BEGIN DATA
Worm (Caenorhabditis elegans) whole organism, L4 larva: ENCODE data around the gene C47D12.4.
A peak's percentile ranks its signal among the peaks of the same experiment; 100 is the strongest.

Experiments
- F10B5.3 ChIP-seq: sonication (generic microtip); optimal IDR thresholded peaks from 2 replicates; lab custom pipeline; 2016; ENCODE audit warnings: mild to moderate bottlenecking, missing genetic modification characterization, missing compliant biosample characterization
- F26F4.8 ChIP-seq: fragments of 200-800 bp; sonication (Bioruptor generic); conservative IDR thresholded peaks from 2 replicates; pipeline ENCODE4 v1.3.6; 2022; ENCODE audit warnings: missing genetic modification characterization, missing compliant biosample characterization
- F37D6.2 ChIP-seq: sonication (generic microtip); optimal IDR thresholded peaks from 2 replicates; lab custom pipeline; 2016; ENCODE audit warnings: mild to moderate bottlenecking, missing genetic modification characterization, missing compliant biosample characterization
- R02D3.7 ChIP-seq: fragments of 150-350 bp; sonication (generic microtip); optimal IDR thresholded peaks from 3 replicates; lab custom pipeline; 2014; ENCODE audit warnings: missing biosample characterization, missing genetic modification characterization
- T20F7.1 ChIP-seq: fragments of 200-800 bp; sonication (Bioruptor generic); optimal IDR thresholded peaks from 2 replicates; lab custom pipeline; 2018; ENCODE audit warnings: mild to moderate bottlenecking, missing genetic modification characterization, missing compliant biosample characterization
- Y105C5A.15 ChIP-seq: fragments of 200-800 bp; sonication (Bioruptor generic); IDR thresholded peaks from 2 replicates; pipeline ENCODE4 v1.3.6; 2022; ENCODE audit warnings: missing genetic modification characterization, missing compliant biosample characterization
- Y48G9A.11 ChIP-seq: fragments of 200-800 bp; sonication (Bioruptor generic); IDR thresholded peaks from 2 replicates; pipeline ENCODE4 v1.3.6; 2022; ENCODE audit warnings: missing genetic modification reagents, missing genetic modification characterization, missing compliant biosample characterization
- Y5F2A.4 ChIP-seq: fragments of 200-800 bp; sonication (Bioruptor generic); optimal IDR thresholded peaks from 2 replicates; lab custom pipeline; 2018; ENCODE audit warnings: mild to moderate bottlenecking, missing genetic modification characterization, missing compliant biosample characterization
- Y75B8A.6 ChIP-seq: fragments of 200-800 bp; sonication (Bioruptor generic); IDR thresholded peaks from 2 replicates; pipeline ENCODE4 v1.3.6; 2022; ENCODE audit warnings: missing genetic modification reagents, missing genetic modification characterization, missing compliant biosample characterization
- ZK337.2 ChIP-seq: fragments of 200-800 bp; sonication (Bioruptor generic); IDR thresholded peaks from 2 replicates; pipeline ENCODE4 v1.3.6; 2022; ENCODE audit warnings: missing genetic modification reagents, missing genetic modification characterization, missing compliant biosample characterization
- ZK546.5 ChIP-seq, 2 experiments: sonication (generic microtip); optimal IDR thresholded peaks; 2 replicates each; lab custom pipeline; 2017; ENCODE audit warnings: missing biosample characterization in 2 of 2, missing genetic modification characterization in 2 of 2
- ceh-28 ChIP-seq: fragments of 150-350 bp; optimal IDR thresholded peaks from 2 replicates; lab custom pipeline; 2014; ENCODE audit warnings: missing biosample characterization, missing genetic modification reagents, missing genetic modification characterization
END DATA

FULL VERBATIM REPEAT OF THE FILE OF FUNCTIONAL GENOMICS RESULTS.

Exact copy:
Worm (Caenorhabditis elegans) whole organism, L4 larva: ENCODE data around the gene C47D12.4.
A peak's percentile ranks its signal among the peaks of the same experiment; 100 is the strongest.

Experiments
- F10B5.3 ChIP-seq: sonication (generic microtip); optimal IDR thresholded peaks from 2 replicates; lab custom pipeline; 2016; ENCODE audit warnings: mild to moderate bottlenecking, missing genetic modification characterization, missing compliant biosample characterization
- F26F4.8 ChIP-seq: fragments of 200-800 bp; sonication (Bioruptor generic); conservative IDR thresholded peaks from 2 replicates; pipeline ENCODE4 v1.3.6; 2022; ENCODE audit warnings: missing genetic modification characterization, missing compliant biosample characterization
- F37D6.2 ChIP-seq: sonication (generic microtip); optimal IDR thresholded peaks from 2 replicates; lab custom pipeline; 2016; ENCODE audit warnings: mild to moderate bottlenecking, missing genetic modification characterization, missing compliant biosample characterization
- R02D3.7 ChIP-seq: fragments of 150-350 bp; sonication (generic microtip); optimal IDR thresholded peaks from 3 replicates; lab custom pipeline; 2014; ENCODE audit warnings: missing biosample characterization, missing genetic modification characterization
- T20F7.1 ChIP-seq: fragments of 200-800 bp; sonication (Bioruptor generic); optimal IDR thresholded peaks from 2 replicates; lab custom pipeline; 2018; ENCODE audit warnings: mild to moderate bottlenecking, missing genetic modification characterization, missing compliant biosample characterization
- Y105C5A.15 ChIP-seq: fragments of 200-800 bp; sonication (Bioruptor generic); IDR thresholded peaks from 2 replicates; pipeline ENCODE4 v1.3.6; 2022; ENCODE audit warnings: missing genetic modification characterization, missing compliant biosample characterization
- Y48G9A.11 ChIP-seq: fragments of 200-800 bp; sonication (Bioruptor generic); IDR thresholded peaks from 2 replicates; pipeline ENCODE4 v1.3.6; 2022; ENCODE audit warnings: missing genetic modification reagents, missing genetic modification characterization, missing compliant biosample characterization
- Y5F2A.4 ChIP-seq: fragments of 200-800 bp; sonication (Bioruptor generic); optimal IDR thresholded peaks from 2 replicates; lab custom pipeline; 2018; ENCODE audit warnings: mild to moderate bottlenecking, missing genetic modification characterization, missing compliant biosample characterization
- Y75B8A.6 ChIP-seq: fragments of 200-800 bp; sonication (Bioruptor generic); IDR thresholded peaks from 2 replicates; pipeline ENCODE4 v1.3.6; 2022; ENCODE audit warnings: missing genetic modification reagents, missing genetic modification characterization, missing compliant biosample characterization
- ZK337.2 ChIP-seq: fragments of 200-800 bp; sonication (Bioruptor generic); IDR thresholded peaks from 2 replicates; pipeline ENCODE4 v1.3.6; 2022; ENCODE audit warnings: missing genetic modification reagents, missing genetic modification characterization, missing compliant biosample characterization
- ZK546.5 ChIP-seq, 2 experiments: sonication (generic microtip); optimal IDR thresholded peaks; 2 replicates each; lab custom pipeline; 2017; ENCODE audit warnings: missing biosample characterization in 2 of 2, missing genetic modification characterization in 2 of 2
- ceh-28 ChIP-seq: fragments of 150-350 bp; optimal IDR thresholded peaks from 2 replicates; lab custom pipeline; 2014; ENCODE audit warnings: missing biosample characterization, missing genetic modification reagents, missing genetic modification characterization